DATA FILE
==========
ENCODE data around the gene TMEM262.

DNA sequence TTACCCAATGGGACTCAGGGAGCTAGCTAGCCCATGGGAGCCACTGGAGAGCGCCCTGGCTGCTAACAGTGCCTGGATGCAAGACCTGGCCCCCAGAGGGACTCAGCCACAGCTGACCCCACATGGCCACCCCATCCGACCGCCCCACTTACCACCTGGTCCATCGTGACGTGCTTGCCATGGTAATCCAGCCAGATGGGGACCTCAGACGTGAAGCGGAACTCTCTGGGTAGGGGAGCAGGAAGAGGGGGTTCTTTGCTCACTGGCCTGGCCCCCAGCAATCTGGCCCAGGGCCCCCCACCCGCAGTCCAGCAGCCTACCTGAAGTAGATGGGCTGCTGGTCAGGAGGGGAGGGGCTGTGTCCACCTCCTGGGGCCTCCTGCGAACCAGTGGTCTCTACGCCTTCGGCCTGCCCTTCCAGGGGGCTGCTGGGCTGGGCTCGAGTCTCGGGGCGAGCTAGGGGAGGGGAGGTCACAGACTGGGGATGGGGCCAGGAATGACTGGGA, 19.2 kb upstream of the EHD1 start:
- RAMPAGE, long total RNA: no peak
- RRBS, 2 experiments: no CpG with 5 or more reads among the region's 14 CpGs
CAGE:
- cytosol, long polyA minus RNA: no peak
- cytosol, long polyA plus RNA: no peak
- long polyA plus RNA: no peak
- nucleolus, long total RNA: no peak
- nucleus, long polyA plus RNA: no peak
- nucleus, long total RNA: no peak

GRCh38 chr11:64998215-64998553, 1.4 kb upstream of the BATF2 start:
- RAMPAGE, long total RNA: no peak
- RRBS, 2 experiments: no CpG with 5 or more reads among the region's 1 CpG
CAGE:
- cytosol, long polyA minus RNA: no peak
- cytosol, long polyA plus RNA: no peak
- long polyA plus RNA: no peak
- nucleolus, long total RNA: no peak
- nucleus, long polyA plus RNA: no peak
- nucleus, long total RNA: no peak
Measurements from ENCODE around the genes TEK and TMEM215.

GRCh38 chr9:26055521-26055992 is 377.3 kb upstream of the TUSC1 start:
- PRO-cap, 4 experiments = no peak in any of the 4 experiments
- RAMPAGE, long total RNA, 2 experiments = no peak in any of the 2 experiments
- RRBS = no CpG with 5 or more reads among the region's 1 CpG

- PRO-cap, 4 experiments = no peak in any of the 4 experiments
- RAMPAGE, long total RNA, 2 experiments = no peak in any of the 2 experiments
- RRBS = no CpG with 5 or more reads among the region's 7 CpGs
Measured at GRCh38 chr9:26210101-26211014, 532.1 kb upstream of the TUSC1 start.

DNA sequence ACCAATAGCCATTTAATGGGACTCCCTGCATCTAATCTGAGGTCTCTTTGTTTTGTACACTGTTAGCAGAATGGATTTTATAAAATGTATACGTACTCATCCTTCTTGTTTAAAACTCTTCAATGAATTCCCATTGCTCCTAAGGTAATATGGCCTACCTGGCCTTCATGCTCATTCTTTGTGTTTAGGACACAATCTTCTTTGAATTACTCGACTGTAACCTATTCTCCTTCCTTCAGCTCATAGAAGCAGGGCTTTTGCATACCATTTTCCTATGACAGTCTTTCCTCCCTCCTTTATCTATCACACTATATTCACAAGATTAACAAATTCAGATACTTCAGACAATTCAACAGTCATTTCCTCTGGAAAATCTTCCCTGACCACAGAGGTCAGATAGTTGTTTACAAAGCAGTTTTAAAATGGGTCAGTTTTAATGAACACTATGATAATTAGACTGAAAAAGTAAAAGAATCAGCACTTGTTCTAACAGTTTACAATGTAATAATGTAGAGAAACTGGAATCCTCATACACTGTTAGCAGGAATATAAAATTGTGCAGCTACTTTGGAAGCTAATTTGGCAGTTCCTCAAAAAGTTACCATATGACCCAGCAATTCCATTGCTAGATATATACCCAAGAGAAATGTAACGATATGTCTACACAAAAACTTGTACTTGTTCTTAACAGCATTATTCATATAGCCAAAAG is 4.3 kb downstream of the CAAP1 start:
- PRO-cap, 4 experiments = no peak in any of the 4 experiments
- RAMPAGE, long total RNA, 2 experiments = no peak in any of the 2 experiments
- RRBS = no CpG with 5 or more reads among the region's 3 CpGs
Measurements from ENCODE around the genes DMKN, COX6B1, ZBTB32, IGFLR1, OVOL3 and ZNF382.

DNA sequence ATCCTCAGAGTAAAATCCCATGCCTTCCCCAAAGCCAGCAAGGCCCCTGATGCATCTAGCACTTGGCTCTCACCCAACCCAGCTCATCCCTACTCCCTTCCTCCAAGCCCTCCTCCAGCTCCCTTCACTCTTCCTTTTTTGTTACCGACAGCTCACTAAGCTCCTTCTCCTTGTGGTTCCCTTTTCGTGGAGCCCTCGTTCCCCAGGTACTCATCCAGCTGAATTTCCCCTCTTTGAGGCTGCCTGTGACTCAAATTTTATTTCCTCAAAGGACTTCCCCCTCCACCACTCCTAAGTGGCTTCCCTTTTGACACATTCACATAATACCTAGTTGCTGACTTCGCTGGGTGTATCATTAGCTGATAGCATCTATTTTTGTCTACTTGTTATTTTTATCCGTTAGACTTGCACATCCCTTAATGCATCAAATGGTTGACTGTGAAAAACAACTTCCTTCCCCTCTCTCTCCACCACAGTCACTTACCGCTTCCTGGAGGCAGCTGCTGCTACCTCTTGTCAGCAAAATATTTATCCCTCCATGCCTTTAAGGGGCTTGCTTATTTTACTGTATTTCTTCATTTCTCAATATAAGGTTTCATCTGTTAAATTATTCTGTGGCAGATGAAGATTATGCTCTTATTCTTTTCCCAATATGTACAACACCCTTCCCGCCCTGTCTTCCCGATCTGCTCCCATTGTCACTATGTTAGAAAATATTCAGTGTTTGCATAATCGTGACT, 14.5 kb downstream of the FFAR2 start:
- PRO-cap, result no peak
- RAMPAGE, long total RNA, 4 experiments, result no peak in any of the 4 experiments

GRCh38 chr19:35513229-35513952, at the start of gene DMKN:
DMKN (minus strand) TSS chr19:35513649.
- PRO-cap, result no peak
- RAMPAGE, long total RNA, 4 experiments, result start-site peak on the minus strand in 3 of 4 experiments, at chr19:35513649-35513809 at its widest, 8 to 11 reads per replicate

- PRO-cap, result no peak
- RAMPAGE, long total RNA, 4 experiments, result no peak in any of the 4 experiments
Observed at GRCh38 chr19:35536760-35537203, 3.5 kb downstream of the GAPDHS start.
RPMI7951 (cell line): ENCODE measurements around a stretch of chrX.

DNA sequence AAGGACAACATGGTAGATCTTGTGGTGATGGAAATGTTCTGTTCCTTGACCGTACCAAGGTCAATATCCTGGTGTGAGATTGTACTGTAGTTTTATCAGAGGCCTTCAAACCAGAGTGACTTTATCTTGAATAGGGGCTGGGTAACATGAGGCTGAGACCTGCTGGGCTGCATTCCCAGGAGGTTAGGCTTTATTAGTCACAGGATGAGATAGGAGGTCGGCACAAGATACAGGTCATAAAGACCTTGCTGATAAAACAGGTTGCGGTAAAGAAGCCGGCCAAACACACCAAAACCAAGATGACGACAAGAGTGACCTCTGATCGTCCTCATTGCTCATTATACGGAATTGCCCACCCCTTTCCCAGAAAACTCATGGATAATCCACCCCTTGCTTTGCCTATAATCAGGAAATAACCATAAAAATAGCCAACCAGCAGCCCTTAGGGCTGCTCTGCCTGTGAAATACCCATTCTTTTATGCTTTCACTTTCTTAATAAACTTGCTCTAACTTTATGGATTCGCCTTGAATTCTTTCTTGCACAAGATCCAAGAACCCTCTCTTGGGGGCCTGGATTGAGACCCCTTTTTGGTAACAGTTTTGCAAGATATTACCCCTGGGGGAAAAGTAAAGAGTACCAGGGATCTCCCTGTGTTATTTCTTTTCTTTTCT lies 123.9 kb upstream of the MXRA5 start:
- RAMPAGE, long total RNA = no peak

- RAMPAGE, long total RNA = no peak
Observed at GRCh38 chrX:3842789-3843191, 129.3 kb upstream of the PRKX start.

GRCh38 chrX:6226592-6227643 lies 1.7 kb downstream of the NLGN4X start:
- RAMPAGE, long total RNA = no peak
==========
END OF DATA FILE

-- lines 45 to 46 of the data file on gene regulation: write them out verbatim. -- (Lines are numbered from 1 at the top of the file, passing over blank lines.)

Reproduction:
Observed at GRCh38 chr19:35536760-35537203, 3.5 kb downstream of the GAPDHS start.
RPMI7951 (cell line): ENCODE measurements around a stretch of chrX.